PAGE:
It is a well-established fact that physical parts enable a far better understanding and appreciation of a mechanical component design than a 3D CAD model alone. Traditional methods for mechanical component prototyping, such as machining, are typically slow and often incur high costs.
Two common misconceptions often cited by 3D printing skeptics:
- 3D printing can’t provide structural interfaces to support fastening methods needed for the assembly. In reality, keying features can be included within the 3D print geometry or inserts can be heat staked into the printed part to facilitate rigid or flexible joints in the final assembly.
- 3D printed parts aren’t sufficiently accurate nor strong enough to meet typical design requirements. In reality, 3D printed parts can be post processed to increase accuracy at a much lower cost than machining the whole part and there are many more choices for reinforced plastics used in 3D printing that exhibit near-metal properties.
We have found that 3D-printed part quality and strength are often sufficient and can be readily integrated with non-printed components to create a system where initial functionality data can be gathered.
How 3D printing can save time
One of the largest contributors to time savings is that the 3D printer is working while you are not. The parts produced by the 3D printing process can be evaluated for spatial features such as size, location, and orientation as they relate to how a person will interact with the part or how the part fits within the larger system with little delay from initial concepting. Additionally, the 3D-printed parts can provide short order feedback during new product development projects when they are used as field data samples, communication samples, or DFM/DFA samples, to mention a few.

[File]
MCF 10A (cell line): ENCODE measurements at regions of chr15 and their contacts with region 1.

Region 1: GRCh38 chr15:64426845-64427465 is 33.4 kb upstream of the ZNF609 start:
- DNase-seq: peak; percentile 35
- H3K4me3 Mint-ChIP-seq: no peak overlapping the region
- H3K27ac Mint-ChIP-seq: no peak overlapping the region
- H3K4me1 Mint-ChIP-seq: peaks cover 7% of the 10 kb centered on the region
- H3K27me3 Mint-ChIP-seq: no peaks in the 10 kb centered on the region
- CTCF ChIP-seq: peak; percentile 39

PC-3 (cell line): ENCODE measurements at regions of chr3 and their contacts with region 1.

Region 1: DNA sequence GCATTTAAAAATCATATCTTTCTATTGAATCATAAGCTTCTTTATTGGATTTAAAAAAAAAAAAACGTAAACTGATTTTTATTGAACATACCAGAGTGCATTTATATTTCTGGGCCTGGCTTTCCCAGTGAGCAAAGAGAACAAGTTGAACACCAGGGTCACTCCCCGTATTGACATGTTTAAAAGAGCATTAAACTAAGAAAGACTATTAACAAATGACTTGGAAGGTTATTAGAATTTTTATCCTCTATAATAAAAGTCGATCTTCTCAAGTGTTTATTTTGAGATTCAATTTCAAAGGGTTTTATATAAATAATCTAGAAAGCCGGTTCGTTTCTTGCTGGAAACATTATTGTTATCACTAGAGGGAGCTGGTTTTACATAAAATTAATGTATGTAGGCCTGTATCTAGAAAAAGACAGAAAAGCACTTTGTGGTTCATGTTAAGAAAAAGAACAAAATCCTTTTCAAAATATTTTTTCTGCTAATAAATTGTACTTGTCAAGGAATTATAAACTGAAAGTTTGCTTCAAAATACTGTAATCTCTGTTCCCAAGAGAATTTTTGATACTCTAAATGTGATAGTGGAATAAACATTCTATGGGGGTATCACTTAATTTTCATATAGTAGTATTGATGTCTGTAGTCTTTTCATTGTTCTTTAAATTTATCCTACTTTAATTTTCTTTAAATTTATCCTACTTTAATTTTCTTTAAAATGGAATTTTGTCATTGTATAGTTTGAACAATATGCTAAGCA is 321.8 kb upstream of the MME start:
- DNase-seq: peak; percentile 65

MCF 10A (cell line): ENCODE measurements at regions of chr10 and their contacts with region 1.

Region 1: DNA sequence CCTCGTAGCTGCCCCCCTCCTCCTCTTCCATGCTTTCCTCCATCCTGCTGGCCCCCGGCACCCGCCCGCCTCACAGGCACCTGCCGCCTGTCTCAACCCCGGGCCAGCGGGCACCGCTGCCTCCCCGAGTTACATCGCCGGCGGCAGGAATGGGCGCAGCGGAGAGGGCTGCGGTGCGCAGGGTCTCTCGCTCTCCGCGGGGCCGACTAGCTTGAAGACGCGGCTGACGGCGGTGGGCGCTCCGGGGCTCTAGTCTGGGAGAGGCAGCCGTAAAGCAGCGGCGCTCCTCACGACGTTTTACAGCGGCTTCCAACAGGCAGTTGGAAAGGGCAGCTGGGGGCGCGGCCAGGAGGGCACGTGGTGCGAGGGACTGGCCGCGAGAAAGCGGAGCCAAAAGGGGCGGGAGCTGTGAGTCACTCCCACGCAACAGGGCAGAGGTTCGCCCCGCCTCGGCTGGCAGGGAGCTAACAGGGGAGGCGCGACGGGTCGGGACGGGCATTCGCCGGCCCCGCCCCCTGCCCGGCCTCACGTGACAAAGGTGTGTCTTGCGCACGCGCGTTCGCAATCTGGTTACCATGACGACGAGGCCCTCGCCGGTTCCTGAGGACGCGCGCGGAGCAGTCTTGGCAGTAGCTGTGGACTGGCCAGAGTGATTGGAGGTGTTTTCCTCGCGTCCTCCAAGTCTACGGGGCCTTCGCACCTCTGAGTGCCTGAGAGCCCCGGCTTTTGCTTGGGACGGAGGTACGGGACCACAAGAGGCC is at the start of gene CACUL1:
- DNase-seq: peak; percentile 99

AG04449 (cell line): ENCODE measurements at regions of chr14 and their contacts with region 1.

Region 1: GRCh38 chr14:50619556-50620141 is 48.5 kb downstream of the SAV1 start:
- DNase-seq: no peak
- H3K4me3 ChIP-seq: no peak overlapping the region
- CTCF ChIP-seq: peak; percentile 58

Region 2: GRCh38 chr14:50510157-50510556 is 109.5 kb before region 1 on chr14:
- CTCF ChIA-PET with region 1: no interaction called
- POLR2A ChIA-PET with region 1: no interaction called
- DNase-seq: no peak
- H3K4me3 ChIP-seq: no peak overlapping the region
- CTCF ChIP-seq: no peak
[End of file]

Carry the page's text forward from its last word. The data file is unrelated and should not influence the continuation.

Time saved equates to money saved, and is often a consideration when making prototype parts. The metric comes down to, “Is one process faster than another?” Time and cost savings can be compounded when rapid design iterations can be accomplished with the speed of 3D printing.
3D printing requires much less documentation and effort to produce parts than traditional machining. Assuming you own your own 3D printer, then the whole purchasing process can be eliminated from your timeline. 3D printers can be running 24/7 to create your parts while you are sleeping or doing other value-added work.
As an example, it may take two weeks to source a machined widget. Assume for a minute that it takes roughly 12 hours to print that same widget, then in the time it takes to get your first machined widget, you could conceivably have completed 5 to 8 unique iterations of 3D printed parts.
Machined Widget: 14 days
3D Printed Widget: 0.5 days
Approximately 95% time savings to 3D print over Machining
Let’s consider the likely scenario that the initial widget design now needs to be iterated with 2 days of evaluation in between iterations.
Machined Widget: 14+2+14 = 30 days
3D Printed Widget: 0.5+2+0.5 = 3 days
Approximately 90% time savings to 3D print over Machining